C-Section: everything you need to know
Historical records, folklore, ancient drawings and even mythology are replete with accounts of a C-section or cesarean deliveries.
Although the exact origin of the procedure is not clear, there are different accounts of how it started. According to one account, the procedure got its name under Roman law during the reign of Caesar where it was ordered that women who died or have no chance of surviving childbirth must be cut open to save the child.
Other schools of thought have it that the word caesarean is derived from the Latin word “caedare” which means to cut open and has its origin from religious edicts requiring a woman to be cut open and infant might be detached from the mother and buried separately.
During the early years of C-section, the procedure was carried out only when the mother was dead or dying, and there was an attempt to save the life of the child. But C-section has evolved from the original purpose which was basically to save or recover the infant from a dead or dying mother to now become a common practice in childbirth.
As a procedure of last resort in the early years, the aim was not to save the mother’s life. It was around the nineteenth century that the medical profession saw the possibility of saving both the child and mother’s life in the process.
Today, C-sections are not only carried out during emergencies. More and more women are opting for the procedure as a matter of choice. The culture of stigmatizing women for having C-sections is going out of style.
C-Section: everything you need to know
This procedure can be categorized into:
1) Emergency C-section
An emergency C-section or delivery is carried out on a pregnant woman when from all indications, normal vaginal delivery is prolonged or when the life of the mother or child is at risk. In this case, when doctors notice the inability of the woman to go through with the pregnancy and give birth through normal vaginal delivery, a C-section is performed.
There are many conditions that can lead to an emergency C-section. Some of these include:
• Breech birth
• High blood pressure
• The expectant mother has an infectious disease
• Small birth canal
• Baby is tangled in the umbilical cord
• Baby not getting enough oxygen
• Delayed or stuck labour
• Transverse labour
2) Planned C-section
When pregnant women opt to have a C-section when there is no emergency or when they are not in any imminent danger, then their C-section is planned.
There are two types of planned C-sections. The medical and non-medical planned C-section.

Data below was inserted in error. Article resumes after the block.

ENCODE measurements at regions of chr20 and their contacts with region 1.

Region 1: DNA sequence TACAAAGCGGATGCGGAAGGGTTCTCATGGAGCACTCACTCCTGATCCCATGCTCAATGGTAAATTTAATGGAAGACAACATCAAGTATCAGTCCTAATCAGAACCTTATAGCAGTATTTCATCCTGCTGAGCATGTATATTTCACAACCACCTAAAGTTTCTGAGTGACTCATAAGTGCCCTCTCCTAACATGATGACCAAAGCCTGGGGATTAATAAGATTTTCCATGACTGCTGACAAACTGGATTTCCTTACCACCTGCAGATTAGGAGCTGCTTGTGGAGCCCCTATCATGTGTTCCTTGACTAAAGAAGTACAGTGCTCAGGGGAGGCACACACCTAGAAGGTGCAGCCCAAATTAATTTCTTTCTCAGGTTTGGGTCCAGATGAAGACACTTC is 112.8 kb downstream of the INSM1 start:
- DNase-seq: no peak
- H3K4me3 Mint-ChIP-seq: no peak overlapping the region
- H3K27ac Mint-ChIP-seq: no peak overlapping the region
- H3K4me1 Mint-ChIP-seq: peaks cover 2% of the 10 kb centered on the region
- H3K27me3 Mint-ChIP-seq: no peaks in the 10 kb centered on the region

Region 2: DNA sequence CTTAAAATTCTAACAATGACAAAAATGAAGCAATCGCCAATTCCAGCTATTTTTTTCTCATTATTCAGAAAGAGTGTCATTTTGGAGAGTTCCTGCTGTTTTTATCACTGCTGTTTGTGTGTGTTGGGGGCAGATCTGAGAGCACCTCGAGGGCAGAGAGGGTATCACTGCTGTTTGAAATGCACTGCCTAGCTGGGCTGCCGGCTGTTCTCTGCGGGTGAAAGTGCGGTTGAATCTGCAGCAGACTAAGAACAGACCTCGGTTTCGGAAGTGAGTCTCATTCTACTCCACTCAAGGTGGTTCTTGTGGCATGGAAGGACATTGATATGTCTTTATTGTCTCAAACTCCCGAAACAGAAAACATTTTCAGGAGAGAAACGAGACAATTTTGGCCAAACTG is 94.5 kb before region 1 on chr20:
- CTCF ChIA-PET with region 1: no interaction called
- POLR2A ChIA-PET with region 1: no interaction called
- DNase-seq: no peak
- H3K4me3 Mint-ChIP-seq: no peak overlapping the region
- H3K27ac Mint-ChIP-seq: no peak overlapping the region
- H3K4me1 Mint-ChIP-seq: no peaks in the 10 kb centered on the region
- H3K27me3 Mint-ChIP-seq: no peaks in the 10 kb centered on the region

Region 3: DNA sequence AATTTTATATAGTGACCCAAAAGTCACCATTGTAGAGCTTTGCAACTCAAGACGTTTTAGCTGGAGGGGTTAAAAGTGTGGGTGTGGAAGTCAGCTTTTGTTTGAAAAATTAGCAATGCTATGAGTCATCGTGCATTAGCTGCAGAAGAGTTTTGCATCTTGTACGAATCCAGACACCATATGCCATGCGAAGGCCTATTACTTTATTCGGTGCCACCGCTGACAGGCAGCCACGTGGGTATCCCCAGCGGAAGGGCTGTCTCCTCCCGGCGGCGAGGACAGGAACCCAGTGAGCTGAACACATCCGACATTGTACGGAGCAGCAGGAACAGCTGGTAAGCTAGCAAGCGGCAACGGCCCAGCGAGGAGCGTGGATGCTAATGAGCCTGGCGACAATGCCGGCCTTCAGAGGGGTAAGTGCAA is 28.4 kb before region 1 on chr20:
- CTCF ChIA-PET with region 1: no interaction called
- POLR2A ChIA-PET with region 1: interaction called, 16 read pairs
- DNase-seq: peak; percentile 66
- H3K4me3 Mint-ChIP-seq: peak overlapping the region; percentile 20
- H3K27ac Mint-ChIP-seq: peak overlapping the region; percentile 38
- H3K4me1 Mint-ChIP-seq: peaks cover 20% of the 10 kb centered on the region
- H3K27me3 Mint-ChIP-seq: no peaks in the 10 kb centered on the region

a) The planned medical C-section
Sometimes the medical condition of women may lead to the performance of a C-section. An example of this is where a woman may need to deliver her baby before the due date. In this case, the woman is closely monitored by her doctor and midwife until the time is ripe for the C-section. Some of the reasons for a planned medical C-section include:
• Where a woman is expecting two or more babies
• Where the baby is in a difficult position.
• Woman with low lying placenta
• Babies sharing one placenta,
• Where a woman is HIV positive or has another infectious disease etc.
b) The unplanned medical C-section
More and more women are choosing to have C-sections even when they don’t have any medical reasons for it. For example, there are many women who have had painful experiences with their earlier deliveries and who do not want to go through the same pain. There are still others who are just too scared to try a vaginal birth.
Do C-sections pose any risk to the mother or child?
Although the C-section has attained a popular and widespread practice, there are still some risks involved in it. The C-section involves the cutting of both the woman’s abdomen and uterus. It, therefore, carries some risks just like all major surgeries.
Some of the risks of C-section include:
Woman contracting infection
Baby contraction infection
Problems for the baby when the procedure is performed early
risks in future pregnancies
longer recovery period and so on
Tips for getting ready for a C-section
For those billed to have an emergency C-section, there is very little they can do. That is why all pregnant women are advised to prepare for a C-section whether you want it or not. Pregnant women should exercise and eat healthy meals as research studies have shown that obese women are more likely to have surgical complications than women who are not obese.
What happens during a CS
The first procedure involves the anesthesiologist giving you an injection of anaesthesia numbing your lower body. You will also be given a drink for your stomach acids, A catheter will be attached to your urethra for passing urine.
Inside the operating theatre, the nurse will shave your privates and the operation will commence. During the surgery, although you won’t feel any pain you will be awake throughout the whole procedure which takes just a few minutes after the incision.
What to expect after a C-section
After the surgery, some women feel nauseous and itchy as the anaesthesia wears off. The woman is then put in the recovery room where they are closely monitored for any complications.
Contrary to popular opinion, a C-section is actually not a bad thing. It just is. If the doctor recommends one, it is likely because your life is at risk or your baby is at risk.
Gone are the days when Nigerian pastors spent hours praying against caesarean sections. Think of it this way: God, in his infinite wisdom, gave medical experts the inspiration to devise such a complicated procedure to save lives.
A CS is not the end of the world. It is the beginning of a new phase. You will recover and your baby will thank you for making the right decision for both of you.
Resources: US National Library of Medicine